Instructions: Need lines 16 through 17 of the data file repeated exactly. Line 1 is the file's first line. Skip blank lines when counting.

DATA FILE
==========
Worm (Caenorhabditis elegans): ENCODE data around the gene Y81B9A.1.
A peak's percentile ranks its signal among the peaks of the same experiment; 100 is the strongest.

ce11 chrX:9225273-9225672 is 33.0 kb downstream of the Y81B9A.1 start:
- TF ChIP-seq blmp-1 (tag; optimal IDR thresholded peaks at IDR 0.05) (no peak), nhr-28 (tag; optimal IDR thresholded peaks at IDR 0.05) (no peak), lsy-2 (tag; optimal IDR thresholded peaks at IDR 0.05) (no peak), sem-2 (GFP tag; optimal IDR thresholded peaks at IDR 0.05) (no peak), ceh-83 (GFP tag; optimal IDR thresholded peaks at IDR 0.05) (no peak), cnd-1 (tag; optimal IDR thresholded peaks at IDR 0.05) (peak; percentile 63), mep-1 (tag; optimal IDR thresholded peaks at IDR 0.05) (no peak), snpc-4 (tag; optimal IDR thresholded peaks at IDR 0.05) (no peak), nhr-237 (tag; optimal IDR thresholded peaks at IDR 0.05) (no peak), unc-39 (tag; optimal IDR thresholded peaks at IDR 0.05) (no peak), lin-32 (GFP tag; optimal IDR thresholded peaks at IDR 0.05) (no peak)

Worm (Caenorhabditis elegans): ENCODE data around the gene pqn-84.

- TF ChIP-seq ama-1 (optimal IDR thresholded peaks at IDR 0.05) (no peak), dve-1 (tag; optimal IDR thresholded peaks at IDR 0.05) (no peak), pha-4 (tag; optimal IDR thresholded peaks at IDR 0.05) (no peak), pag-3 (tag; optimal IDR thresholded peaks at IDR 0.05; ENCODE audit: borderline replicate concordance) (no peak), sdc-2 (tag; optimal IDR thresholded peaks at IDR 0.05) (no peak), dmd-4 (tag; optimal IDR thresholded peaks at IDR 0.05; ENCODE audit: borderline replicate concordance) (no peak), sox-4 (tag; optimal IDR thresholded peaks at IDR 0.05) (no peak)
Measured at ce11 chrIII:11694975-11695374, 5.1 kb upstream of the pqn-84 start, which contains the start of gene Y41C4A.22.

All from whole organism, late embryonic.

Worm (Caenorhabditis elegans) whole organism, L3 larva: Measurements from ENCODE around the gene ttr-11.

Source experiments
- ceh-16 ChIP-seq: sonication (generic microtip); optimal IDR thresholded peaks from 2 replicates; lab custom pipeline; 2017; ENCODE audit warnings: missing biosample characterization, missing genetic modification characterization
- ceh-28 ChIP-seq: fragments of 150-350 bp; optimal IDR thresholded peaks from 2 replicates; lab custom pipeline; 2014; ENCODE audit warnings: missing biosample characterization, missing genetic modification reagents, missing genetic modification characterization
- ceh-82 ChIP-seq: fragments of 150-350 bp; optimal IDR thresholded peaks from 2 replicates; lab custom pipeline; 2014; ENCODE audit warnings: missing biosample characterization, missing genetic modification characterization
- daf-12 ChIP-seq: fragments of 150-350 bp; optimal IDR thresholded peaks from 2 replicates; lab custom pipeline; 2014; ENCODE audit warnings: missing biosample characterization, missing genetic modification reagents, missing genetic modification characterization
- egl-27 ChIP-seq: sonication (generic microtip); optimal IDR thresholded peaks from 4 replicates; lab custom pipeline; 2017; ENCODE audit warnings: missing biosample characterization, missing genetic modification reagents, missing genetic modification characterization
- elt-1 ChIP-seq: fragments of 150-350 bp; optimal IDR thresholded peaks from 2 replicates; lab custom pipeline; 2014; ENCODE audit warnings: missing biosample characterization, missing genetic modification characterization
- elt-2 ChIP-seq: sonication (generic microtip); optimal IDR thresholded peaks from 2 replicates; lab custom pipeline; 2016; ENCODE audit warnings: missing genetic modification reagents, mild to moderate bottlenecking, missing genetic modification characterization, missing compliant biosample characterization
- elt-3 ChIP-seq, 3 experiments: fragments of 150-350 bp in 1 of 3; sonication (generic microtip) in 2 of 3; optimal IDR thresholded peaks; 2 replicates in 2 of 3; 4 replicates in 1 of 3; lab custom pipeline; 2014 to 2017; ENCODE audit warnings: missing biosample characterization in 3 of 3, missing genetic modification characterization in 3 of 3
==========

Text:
- elt-1 ChIP-seq: fragments of 150-350 bp; optimal IDR thresholded peaks from 2 replicates; lab custom pipeline; 2014; ENCODE audit warnings: missing biosample characterization, missing genetic modification characterization
- elt-2 ChIP-seq: sonication (generic microtip); optimal IDR thresholded peaks from 2 replicates; lab custom pipeline; 2016; ENCODE audit warnings: missing genetic modification reagents, mild to moderate bottlenecking, missing genetic modification characterization, missing compliant biosample characterization